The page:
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Study: Marine animals live longer at high latitudes

"Latitudinal patterns that exist in bivalves likely exist in other invertebrates, too," said researcher David Moss.

By
Brooks Hays
Clams and other bivalves living near the poles have longer lifespan than their peers positioned closer to the equator. Photo by Sylvia sooyoN/Shutterstock
Clams and other bivalves living near the poles have longer lifespan than their peers positioned closer to the equator. Photo by Sylvia sooyoN/Shutterstock

SYRACUSE, N.Y., Aug. 11 (UPI) -- Want to live longer? Live closer to the poles. At least that's the strategy employed by bivalves like oysters, clams, scallops and mussels.

In a recent study published in Proceedings of the Royal Society B, researchers revealed bivalves living closer to the North and South pole grow slower and live longer than their peers closer to the tropics.

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"We've created a global database of more than 1,100 populations of marine bivalves, documenting their maximum reported lifespan and growth rate, along with body size," David Moss, an Earth scientist at Syracuse University, said in a news release. "Cold-blooded marine animals, such as bivalves, are influenced by their environment, so latitudinal patterns that exist in bivalves likely exist in other invertebrates, too."

Scientists believe polar ecosystems look and behave similar to ancient ecosystems, which suggests Earth's earliest creatures also opted for a slow-growth strategy.

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Linda Ivany, fellow researcher and Syracuse professor, thinks the findings set scientists on a course for explaining the changes in size and metabolism measured among modern marine animals.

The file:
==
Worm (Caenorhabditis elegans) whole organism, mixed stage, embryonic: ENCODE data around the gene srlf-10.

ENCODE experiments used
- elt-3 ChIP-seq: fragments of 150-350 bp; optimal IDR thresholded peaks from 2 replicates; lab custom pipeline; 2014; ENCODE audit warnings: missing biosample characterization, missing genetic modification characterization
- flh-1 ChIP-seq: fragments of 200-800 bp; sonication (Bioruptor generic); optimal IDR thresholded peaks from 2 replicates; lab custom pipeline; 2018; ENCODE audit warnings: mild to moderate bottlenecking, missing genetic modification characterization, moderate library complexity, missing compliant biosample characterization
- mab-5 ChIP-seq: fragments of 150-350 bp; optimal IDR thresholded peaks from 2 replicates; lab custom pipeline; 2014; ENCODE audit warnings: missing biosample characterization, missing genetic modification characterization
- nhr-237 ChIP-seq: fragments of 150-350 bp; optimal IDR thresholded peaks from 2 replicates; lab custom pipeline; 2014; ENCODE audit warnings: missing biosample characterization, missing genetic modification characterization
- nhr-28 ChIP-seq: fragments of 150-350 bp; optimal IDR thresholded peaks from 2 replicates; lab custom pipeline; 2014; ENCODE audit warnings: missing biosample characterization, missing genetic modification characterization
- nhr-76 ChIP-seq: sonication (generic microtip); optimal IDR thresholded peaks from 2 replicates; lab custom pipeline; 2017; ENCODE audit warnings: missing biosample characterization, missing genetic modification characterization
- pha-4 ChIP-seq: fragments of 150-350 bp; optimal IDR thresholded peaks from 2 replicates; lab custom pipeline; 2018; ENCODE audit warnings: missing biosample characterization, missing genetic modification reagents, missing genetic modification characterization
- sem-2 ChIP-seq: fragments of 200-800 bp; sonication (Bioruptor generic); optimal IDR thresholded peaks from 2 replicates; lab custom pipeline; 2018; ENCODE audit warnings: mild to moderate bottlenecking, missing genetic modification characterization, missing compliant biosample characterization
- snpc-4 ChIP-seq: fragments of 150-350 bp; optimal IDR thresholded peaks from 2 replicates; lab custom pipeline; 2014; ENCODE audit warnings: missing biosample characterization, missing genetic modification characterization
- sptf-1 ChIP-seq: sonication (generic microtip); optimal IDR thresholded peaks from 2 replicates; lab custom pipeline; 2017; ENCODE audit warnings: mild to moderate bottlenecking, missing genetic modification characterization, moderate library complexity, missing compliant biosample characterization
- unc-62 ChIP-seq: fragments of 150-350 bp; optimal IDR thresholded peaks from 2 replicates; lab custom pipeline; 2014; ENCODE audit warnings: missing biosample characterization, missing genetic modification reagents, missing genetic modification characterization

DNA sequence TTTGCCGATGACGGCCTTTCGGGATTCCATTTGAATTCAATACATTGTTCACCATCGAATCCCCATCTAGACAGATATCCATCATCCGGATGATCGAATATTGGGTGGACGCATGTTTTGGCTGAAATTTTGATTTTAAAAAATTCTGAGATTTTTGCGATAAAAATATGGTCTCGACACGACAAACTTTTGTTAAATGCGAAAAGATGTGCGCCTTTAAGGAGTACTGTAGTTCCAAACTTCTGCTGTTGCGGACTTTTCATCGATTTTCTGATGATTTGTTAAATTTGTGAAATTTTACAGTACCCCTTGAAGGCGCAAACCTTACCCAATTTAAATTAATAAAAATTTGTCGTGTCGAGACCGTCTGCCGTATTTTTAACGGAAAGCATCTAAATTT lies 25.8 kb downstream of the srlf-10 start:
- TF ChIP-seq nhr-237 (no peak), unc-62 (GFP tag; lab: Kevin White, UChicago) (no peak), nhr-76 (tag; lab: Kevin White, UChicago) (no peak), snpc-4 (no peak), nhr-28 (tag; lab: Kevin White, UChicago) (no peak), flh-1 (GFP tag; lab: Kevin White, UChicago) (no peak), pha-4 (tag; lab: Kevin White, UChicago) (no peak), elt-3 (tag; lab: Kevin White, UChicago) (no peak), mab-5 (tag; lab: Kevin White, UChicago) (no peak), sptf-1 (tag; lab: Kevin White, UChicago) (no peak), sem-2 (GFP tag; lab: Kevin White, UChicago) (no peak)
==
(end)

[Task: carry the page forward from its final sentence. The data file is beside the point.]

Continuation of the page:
"Research shows that marine animals have gotten bigger over the last 500 million years," Ivany explained. "Because body size is determined by how fast you grow and how long you grow, this work sets the stage for us to move back in time and answer evolutionary questions about why and how animals have gotten bigger."

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In addition to further exploring the link between growth and size over the last 540 million years, Ivany and Moss also hope to explain the correlation between growth strategy and speciation. Biodiversity is greater closer to the tropics than the poles.

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"Short generation times and high mutation rates associated with short lifespan and fast growth enable new species to appear at a faster rate in the tropics," Moss added. "The distribution of lifespan and growth with latitude might help explain one of the more fundamental patterns in the evolutionary and ecological history of animal life on the planet: the latitudinal diversity gradient."

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